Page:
The first season of Glitch ends without functional solutions to the show’s biggest mysteries – Why has any of this happened? Why can’t the risen leave Yoorana?Carlo (James Monarski), the Italian-speaking prisoner of war held in Yoorana during World War II, dies (again) in the first episode after attempting to leave the town, and is all but forgotten soon after. He becomes a conduit for establishing the ‘rules’ of this storyworld: the living dead can’t go beyond the bounds of Yoorana. Who really is Dr McKeller? – but it delivers in spades when unveiling the characters’ emotional and personal riddles. Glitch melds together two strong televisual traditions, but the combination of its large cast and binge-programming ambitions does lead to a moreish but altogether-cramped series. Nevertheless, the national broadcaster’s gamble has paid off: international streaming giant Netflix has co-produced the show’s second season, the first two episodes of which premiered at this year’s Melbourne International Film Festival, with the entire season unveiled a month after. Glitch’s success was so assured, in fact, that the second season was announced before the first was even released worldwide.Denise Petski, ‘Glitch Gets Second Season for Global Distribution on Netflix’, Deadline Hollywood, 14 October 2016, <http://deadline.com/2016/10/glitch-second-season-netflix-paranormal-drama-series-australia-1201836419>, accessed 26 July 2017. Through its inclusion in local film-festival programming and its continued relationship with Netflix, Glitch maintains this tightrope act between the realms of Australian prestige drama and accessible genre TV, between social and magic realism, and – by inference – between colonial and Aboriginal Australia.
|1||See David Knox, ‘Writer Worried The Returned Would Kill Off Glitch’, TV Tonight, 6 August 2015, <http://www.tvtonight.com.au/2015/08/writer-worried-the-returned-would-kill-off-glitch.html>, accessed 26 July 2017.|
|2||Louise Fox, quoted in ibid.|
|3||Janie Conway-Herron, ‘A Glitch in the Script: Fantasy, Realism and the Australian Imagination’, Coolabah, no. 18, 2016, available at <http://revistes.ub.edu/index.php/coolabah/article/view/CO20161808/18773>, accessed 26 July 2017, p. 88.|
|4||Emma Freeman, quoted in Walter Marsh, ‘Glitch: Aunty Takes on Netflix, Australian Gothic and the “Resurrection” Genre’, Rip It Up, republished on Marsh’s website, 20 June 2016, <http://waltermarsh.com.au/post/145961719490/glitch-emma-freeman-interview>, accessed 26 July 2017.|
|5||The ABC has even marketed Glitch as a ‘must see drama event from the makers of The Slap’, highlighting the tie between the two series; see ABC, Glitch press kit, 2015, p. 1.|
|6||Melinda Houston, ‘Melinda Houston’s TV Reviews: Glitch, Our Very Own Zombies’, The Sydney Morning Herald, 4 July 2015, <http://www.smh.com.au/entertainment/tv-guide/melinda-houstons-tv-reviews-glitch-our-very-own-zombies-20150624-ghwlpe.html>, accessed 26 July 2017.|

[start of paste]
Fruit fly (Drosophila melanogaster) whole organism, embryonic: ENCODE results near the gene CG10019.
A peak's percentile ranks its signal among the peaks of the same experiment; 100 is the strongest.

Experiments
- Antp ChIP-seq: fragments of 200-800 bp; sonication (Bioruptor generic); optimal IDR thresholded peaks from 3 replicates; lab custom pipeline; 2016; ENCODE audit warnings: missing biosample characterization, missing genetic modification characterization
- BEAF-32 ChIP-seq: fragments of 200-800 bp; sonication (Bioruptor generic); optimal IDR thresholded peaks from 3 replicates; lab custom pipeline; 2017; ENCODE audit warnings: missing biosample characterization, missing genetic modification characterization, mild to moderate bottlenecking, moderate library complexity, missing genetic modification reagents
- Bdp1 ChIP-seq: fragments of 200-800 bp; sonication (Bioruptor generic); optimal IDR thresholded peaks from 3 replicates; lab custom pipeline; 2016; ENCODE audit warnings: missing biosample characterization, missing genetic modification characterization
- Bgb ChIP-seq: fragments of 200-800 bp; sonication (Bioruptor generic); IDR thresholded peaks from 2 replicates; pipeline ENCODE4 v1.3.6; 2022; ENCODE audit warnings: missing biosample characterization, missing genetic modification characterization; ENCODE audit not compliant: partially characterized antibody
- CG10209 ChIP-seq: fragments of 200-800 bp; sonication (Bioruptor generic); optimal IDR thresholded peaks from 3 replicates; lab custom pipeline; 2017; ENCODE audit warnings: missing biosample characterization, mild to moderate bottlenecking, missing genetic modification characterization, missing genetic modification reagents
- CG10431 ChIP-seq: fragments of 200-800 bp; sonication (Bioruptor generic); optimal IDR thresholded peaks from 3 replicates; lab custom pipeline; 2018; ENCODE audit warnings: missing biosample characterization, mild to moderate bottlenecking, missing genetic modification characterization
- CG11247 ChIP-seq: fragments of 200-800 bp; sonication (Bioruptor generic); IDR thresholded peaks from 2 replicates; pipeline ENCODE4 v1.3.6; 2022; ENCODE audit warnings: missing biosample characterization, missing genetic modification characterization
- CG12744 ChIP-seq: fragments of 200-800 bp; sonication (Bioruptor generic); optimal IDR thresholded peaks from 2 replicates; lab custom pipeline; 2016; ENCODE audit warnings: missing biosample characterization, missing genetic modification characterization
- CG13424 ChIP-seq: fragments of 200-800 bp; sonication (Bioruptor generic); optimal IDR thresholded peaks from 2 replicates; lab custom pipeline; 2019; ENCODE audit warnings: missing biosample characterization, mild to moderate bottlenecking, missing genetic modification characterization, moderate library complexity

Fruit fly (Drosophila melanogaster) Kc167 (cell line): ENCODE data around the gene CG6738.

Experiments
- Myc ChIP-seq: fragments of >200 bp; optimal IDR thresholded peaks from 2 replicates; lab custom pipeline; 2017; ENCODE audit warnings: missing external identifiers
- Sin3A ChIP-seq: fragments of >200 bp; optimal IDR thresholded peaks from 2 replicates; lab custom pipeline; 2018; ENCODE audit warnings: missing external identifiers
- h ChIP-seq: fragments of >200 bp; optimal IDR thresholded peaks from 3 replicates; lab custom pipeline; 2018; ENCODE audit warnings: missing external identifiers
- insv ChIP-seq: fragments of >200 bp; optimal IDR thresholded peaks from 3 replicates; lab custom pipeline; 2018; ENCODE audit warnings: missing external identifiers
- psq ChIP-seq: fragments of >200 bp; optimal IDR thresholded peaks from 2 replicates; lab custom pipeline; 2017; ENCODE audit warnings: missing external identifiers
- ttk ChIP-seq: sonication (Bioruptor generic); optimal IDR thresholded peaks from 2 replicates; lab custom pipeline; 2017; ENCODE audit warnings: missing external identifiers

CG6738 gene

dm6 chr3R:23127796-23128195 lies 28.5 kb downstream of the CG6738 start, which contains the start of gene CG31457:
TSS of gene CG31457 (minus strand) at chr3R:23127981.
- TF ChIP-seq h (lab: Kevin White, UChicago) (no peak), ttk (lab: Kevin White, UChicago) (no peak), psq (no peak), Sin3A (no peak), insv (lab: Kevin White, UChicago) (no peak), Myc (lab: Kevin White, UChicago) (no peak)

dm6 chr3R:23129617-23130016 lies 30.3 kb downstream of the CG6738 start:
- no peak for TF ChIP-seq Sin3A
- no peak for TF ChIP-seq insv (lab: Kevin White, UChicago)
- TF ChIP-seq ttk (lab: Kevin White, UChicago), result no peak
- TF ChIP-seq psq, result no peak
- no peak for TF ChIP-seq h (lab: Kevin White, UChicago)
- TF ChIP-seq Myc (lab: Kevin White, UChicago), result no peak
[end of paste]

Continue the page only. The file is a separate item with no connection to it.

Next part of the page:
|7||Tom Ross, ‘Glitch: Australian Paranormal TV Series Struggles to Bring Its Undead to Life’, The Guardian, 31 July 2015, <https://www.theguardian.com/tv-and-radio/2015/jul/31/glitch-australian-paranormal-tv-series-struggles-to-bring-its-undead-to-life>, accessed 26 July 2017.|
|8||Nick Schager, ‘Glitch: Netflix’s Addictive Supernatural Drama Could Be the Next Stranger Things’, The Daily Beast, 19 October 2016, <http://www.thedailybeast.com/glitch-netflixs-addictive-supernatural-drama-could-be-the-next-stranger-things>, accessed 26 July 2017.|
|9||Hunter Harris, ‘Stranger Things Fans Have Found Their Next Netflix Binge’, Refinery29, 20 October 2016, <http://www.refinery29.com/2016/10/126904/glitch-netflix-series-new-stranger-things>, accessed 26 July 2016.|
|10||Kayla Cobb, ‘The Australian Supernatural Drama Glitch Should Be Your Next Netflix Binge’, Decider, 17 October 2016, <http://www.decider.com/2016/10/17/your-new-netflix-binge-glitch>, accessed 26 July 2017.|
|11||Schager, op. cit.|
|12||Freeman, quoted in Marsh, op. cit.|
|13||Conway-Herron, op. cit., p. 88.|
|14||ibid., p. 96.|
|15||Schager, op. cit.|
|16||Conway-Herron, op. cit., p. 92.|
|17||Carlo (James Monarski), the Italian-speaking prisoner of war held in Yoorana during World War II, dies (again) in the first episode after attempting to leave the town, and is all but forgotten soon after. He becomes a conduit for establishing the ‘rules’ of this storyworld: the living dead can’t go beyond the bounds of Yoorana.|
|18||Denise Petski, ‘Glitch Gets Second Season for Global Distribution on Netflix’, Deadline Hollywood, 14 October 2016, <http://deadline.com/2016/10/glitch-second-season-netflix-paranormal-drama-series-australia-1201836419>, accessed 26 July 2017.|